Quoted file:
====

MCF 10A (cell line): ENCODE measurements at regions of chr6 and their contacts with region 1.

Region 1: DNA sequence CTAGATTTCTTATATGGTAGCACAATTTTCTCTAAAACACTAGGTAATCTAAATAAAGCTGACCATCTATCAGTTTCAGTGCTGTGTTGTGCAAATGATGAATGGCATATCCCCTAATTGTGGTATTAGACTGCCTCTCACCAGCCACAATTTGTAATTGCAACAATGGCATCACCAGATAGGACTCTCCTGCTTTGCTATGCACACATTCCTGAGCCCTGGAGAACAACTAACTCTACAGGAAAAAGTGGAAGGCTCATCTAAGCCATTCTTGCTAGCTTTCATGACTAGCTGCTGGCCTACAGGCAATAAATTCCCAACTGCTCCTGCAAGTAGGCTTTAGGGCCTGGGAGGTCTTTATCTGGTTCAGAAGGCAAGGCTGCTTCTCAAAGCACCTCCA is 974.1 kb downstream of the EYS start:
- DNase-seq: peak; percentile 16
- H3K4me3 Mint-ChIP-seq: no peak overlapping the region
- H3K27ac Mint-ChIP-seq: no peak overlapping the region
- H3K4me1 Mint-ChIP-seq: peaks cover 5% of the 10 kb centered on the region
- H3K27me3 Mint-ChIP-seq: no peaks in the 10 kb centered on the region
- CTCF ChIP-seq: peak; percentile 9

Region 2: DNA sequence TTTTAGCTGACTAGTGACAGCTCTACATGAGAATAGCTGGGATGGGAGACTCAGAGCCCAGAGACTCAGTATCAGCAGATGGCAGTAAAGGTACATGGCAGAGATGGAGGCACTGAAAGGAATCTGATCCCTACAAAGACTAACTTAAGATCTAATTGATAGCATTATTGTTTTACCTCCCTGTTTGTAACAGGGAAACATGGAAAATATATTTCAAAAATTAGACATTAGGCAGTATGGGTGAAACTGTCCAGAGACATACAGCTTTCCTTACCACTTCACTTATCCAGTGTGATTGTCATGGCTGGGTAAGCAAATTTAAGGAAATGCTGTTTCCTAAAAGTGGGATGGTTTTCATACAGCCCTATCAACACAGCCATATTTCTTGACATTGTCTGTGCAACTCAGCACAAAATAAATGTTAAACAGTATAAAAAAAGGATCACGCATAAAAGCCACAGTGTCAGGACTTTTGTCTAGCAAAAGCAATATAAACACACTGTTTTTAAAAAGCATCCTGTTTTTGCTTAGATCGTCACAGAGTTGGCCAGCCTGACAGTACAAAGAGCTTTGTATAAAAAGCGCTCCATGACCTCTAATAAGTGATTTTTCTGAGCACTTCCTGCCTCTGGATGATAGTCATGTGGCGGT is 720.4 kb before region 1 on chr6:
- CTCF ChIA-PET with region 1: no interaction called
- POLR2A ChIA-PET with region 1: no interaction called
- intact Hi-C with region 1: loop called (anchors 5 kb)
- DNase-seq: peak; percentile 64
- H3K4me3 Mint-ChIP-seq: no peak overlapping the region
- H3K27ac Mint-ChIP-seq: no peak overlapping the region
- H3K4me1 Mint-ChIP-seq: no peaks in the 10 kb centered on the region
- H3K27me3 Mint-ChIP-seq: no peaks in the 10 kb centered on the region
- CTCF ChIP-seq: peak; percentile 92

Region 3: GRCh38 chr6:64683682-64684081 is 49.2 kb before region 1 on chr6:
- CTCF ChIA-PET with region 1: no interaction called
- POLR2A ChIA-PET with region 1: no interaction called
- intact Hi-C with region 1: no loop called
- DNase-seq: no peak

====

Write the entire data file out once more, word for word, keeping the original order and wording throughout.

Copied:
MCF 10A (cell line): ENCODE measurements at regions of chr6 and their contacts with region 1.

Region 1: DNA sequence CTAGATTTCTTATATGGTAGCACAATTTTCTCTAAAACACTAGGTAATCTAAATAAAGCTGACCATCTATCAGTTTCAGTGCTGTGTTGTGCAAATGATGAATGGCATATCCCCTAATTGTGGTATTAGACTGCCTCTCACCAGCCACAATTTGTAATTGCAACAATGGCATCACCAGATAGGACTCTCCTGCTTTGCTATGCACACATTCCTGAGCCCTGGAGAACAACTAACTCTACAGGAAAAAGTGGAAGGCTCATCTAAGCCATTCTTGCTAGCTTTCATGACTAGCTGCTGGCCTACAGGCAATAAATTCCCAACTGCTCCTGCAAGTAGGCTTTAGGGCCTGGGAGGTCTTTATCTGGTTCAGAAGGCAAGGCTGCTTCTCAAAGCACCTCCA is 974.1 kb downstream of the EYS start:
- DNase-seq: peak; percentile 16
- H3K4me3 Mint-ChIP-seq: no peak overlapping the region
- H3K27ac Mint-ChIP-seq: no peak overlapping the region
- H3K4me1 Mint-ChIP-seq: peaks cover 5% of the 10 kb centered on the region
- H3K27me3 Mint-ChIP-seq: no peaks in the 10 kb centered on the region
- CTCF ChIP-seq: peak; percentile 9

Region 2: DNA sequence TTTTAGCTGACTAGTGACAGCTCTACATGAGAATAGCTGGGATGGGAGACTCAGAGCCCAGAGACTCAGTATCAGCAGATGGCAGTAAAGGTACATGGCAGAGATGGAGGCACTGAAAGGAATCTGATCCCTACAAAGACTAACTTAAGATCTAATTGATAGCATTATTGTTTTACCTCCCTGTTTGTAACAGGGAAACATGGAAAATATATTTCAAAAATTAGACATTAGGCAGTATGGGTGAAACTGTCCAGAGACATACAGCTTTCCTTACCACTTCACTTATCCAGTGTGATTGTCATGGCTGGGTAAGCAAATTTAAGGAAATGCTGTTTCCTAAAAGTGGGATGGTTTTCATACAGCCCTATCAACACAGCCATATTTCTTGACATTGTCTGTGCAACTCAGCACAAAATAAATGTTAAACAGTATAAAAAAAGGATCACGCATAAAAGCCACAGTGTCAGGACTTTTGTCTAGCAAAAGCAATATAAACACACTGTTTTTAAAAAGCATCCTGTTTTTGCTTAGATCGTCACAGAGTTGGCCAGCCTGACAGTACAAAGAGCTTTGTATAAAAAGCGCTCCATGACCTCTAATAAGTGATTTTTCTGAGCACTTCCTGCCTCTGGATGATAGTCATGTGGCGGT is 720.4 kb before region 1 on chr6:
- CTCF ChIA-PET with region 1: no interaction called
- POLR2A ChIA-PET with region 1: no interaction called
- intact Hi-C with region 1: loop called (anchors 5 kb)
- DNase-seq: peak; percentile 64
- H3K4me3 Mint-ChIP-seq: no peak overlapping the region
- H3K27ac Mint-ChIP-seq: no peak overlapping the region
- H3K4me1 Mint-ChIP-seq: no peaks in the 10 kb centered on the region
- H3K27me3 Mint-ChIP-seq: no peaks in the 10 kb centered on the region
- CTCF ChIP-seq: peak; percentile 92

Region 3: GRCh38 chr6:64683682-64684081 is 49.2 kb before region 1 on chr6:
- CTCF ChIA-PET with region 1: no interaction called
- POLR2A ChIA-PET with region 1: no interaction called
- intact Hi-C with region 1: no loop called
- DNase-seq: no peak